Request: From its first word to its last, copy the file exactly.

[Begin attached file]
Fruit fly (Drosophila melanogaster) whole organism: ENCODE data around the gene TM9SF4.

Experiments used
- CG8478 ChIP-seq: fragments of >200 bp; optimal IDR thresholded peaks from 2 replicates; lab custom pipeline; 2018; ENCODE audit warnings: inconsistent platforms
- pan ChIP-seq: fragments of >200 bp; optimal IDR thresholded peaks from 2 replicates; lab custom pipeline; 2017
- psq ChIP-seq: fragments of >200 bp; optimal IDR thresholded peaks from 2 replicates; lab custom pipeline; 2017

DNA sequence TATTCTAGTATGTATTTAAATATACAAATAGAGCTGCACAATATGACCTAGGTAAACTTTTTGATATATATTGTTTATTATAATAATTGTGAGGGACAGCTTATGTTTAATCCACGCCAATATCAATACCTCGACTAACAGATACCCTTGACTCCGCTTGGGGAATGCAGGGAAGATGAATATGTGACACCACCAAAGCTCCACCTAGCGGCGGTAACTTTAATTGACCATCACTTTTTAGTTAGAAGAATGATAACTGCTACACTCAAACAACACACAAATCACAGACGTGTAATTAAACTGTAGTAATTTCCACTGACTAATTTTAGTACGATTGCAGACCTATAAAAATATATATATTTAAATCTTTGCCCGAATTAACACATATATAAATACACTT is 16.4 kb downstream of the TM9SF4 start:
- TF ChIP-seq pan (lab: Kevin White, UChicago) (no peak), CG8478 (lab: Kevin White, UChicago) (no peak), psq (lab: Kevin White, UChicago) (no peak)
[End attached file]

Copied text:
Fruit fly (Drosophila melanogaster) whole organism: ENCODE data around the gene TM9SF4.

Experiments used
- CG8478 ChIP-seq: fragments of >200 bp; optimal IDR thresholded peaks from 2 replicates; lab custom pipeline; 2018; ENCODE audit warnings: inconsistent platforms
- pan ChIP-seq: fragments of >200 bp; optimal IDR thresholded peaks from 2 replicates; lab custom pipeline; 2017
- psq ChIP-seq: fragments of >200 bp; optimal IDR thresholded peaks from 2 replicates; lab custom pipeline; 2017

DNA sequence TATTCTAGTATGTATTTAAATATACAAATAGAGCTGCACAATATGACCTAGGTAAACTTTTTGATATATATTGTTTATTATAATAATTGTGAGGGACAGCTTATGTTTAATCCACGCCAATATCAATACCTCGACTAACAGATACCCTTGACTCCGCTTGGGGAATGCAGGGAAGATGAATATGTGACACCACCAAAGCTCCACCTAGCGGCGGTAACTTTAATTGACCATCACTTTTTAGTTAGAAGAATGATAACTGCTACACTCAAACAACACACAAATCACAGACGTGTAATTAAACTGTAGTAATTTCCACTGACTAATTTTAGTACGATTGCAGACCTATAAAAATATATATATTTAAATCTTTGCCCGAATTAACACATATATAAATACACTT is 16.4 kb downstream of the TM9SF4 start:
- TF ChIP-seq pan (lab: Kevin White, UChicago) (no peak), CG8478 (lab: Kevin White, UChicago) (no peak), psq (lab: Kevin White, UChicago) (no peak)